Date: Nov 26, 2012 12:26 PM
Author: kirby urner
Subject: Re: Math and commonly used games
On Mon, Nov 26, 2012 at 12:53 AM, roberto03 <firstname.lastname@example.org> wrote:
> Hello, I'd like to ask you if anyone is currently studying the possibility of using modern computer games (Call of Duty, World of Warcraft etc.) in some Math (Algebra and Geometry) lessons.
> Thank you very much.
Yes Roberto, the game engine approach to physics and mathematics is
well developed in some schools, especially in Japan.
Keith Devlin has received publicity for urging a similar approach
through Stanford but there's no sense in waiting.
A closed source game will be inspirational and is played
recreationally meaning there's no need to add motivation to play
http://youtu.be/qdFBuseEx64 (demonstrating a physics engine that
models the properties of materials)
http://youtu.be/CyDcAyIPaXA (another physics engine on display)
(closed source game engine in the news)
"With higher performance processors and tools to rapidly create the
volumetric tessellations, real-time finite element systems began to be
used in games, beginning with Star Wars: The Force Unleashed that used
Digital Molecular Matter for the deformation and destruction effects
of wood, steel, flesh and pants using an algorithm developed by Dr.
James O'Brien as a part of his PhD thesis." -- Wikipedia, Physics
The learning comes through when you reduce the physics to special case
instances that highlight specific principles and related math.
In the early grades, familiarity with coordinate systems is a focus,
with kinetics coming more in college (mechanics).
At a most primitive level, translation, scaling, rotation, and the
rules of perspective rendering have the floor (receive most
This is where the polyhedrons come in, as entities to be rendered,
translated, rotated, scaled -- and later to be textured and modeled in
avatars for game play.
Matrix algebra and quaternions fit here, as part of a single thread.
Here's an essay for gamers that helps pass on the lore:
(over 10 years old by now)
(this author is frustrated by the quaternion cult spawned by Hamilton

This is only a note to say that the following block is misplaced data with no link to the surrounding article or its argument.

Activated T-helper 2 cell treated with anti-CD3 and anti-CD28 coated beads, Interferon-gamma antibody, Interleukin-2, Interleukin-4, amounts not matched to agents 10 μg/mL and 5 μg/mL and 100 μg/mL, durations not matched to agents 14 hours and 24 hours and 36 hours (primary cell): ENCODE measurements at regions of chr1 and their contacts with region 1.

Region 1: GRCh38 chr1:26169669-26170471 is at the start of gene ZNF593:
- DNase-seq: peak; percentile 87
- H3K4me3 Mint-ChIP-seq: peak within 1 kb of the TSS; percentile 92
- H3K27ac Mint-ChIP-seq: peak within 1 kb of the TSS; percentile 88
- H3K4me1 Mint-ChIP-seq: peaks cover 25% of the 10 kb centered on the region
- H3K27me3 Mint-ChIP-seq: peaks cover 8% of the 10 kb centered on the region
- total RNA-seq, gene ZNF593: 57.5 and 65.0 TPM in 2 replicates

and prefers just staying with Gibbs-Heaviside vector algebra, not
saying I blame him)
Here's my own article on the subject, demoing quaternions for rotation in Java:
Portland's Saturday Academy moves in this direction, being Asian-influenced.
These local students could be going faster in their regular schools,
which would help with staffing the Silicon Forest.
Recruiting cream of the crop globally has been a sweet answer but the
competition is getting stiffer. Many prefer to enjoy similar
lifestyles (or innovate new ones) closer to home.
However, getting more North Americans into the Intel-type business is
a realistic proposition. The native smarts are in place, and the new
teaching / learning infrastructure is coming together.
ILM / Disney / Pixar... partially overlapping GPU / CPU business with
software layers added.
This recruiting drive extends to (is co-managed by) native Americans
who've been pushing themselves through more schooling on casino-fed
The same recruiting happens locally in other continents e.g. Intel has
facilities in Vietnam.
Graphic art is a part of the game / movie design world, lets remember,
not just maths. Many would not be attracted to the business if it
were just squiggles.
Let's recall that many school-oriented video games are tame and
didactic, and may simply involve driving trucks or tractors in
This is another way in which games serve to provide some professional
training, by previewing career environments.
http://store.steampowered.com/app/220260/ (Farming Simulator 2013 --
high tech well equipped farm)
http://vimeo.com/focusforwardfilms/semifinalists/51764445 (real world
open source application -- not a simulation, though CAD is being used)
Pathological variants of these games then have their recreational
value and are for use more outside of school, when blowing off steam.